Amid growing allegations of widespread sexual harassment at the University of California Berkely, California’s top sexual harassment investigator is initiating a comprehensive review of training policies throughout the state.
The California Department of Fair Housing, responsible for enforcing the state’s civil rights laws, has created a task force that will specifically focus the effectiveness of current sexual harassment awareness training. The effort is being overseen by the department’s director, Kevin Kish.
The announcement came just two months after a number of allegations of misconduct by faculty arose at the university, which became national news and sparked a conversation about how we handle gender discrimination at universities and colleges.
Kish was quoted as saying his office doesn’t want to promote anti-gender discrimination policies if they aren’t effective. The Task Force on the Prevention of Sexual Harassment in the Workplace, is going to delve into identification of the best practices for sexual harassment training. (Sexual harassment is considered a form of gender discrimination in California and under federal law.)
Such action is critical, as it was recently reported by The Guardian that while research on the effectiveness of sexual harassment training is scant, what little exists suggests many current models could in fact have the opposite effect. For example, one study published in The Journal of Applied Behavioral Science found that male university workers who participated in sexual harassment training were far less likely to deem certain coercive behaviors toward students or subordinates as problematic, compared to those who had not undergone the training. They were also far less likely to report sexual harassment when they became aware of it. That tells us something is inherently and deeply wrong with current practices.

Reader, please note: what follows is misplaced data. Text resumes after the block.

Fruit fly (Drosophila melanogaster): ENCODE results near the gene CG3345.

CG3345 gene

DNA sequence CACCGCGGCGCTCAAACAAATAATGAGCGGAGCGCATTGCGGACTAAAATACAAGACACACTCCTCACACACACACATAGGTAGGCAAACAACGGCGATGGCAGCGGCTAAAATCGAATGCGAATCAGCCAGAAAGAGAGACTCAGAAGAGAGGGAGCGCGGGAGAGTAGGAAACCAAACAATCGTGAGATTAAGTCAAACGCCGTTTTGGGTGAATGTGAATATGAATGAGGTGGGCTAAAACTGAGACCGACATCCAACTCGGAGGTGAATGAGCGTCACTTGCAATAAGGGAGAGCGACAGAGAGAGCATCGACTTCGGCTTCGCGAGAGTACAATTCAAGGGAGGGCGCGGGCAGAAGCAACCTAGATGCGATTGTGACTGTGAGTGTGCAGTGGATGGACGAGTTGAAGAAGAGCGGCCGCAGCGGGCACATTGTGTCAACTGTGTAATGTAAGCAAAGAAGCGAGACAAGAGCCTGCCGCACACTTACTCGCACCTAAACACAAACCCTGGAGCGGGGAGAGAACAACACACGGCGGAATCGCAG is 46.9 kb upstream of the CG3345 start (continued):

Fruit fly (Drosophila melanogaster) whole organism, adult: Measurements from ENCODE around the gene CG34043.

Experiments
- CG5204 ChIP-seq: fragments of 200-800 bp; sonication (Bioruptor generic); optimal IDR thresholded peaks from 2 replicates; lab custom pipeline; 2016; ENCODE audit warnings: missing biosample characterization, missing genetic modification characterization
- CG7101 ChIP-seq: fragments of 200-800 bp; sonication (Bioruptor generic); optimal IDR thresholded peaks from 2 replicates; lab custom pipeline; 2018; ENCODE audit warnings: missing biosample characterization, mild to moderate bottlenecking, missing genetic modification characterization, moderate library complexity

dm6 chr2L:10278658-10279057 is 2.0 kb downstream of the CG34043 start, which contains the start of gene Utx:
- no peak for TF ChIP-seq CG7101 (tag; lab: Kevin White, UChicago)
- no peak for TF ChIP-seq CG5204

Researchers opined the lack of action or refusal to recognize even obvious scenarios of sexual harassment were acts of self-preservation that were meant to help protect themselves against a perceived attack on their livelihood. Put another way: The training makes men feel afraid they will be subject to false allegations. In turn, they respond defensively.
Those who study the issue say this fear is irrational; false accusations almost never occur. In fact, the problem is already vastly under-reported. But this emotional/ psychological knee-jerk response needs to be addressed because it may help to perpetuate more instances of sexual harassment and keep it unreported.
Another study that was published in Social Psychology Quarterly indicated that when men were informed of rules against sexual harassment, they were actually more likely to become biased against women and more likely to stereotype.
This defeats the entire purpose of sexual harassment training, which is to encourage equality between men and women in the workplace.
Some researchers see a solution in the elimination of certain harassment examples provided in these training sessions, which were described in some cases as “unrealistic” and even “cartoonish.”
California law requires companies with 50 or more workers to provide a minimum of two hours of sexual harassment prevention training to workers. At the University of California, workers are required to undergo such training every two years.
And yet, this has seemingly made little difference in that setting, as a string of professors and administrators at the Berkeley campus have been accused recently of repeatedly engaging in sexual harassment of students and subordinates.
Contact the employment attorneys at Nassiri Law Group, practicing in Orange County, Riverside and Los Angeles. Call 714-937-2020.
California’s top sexual harassment investigator to review training practices, May 2016, By Sam Levin, The Guardian
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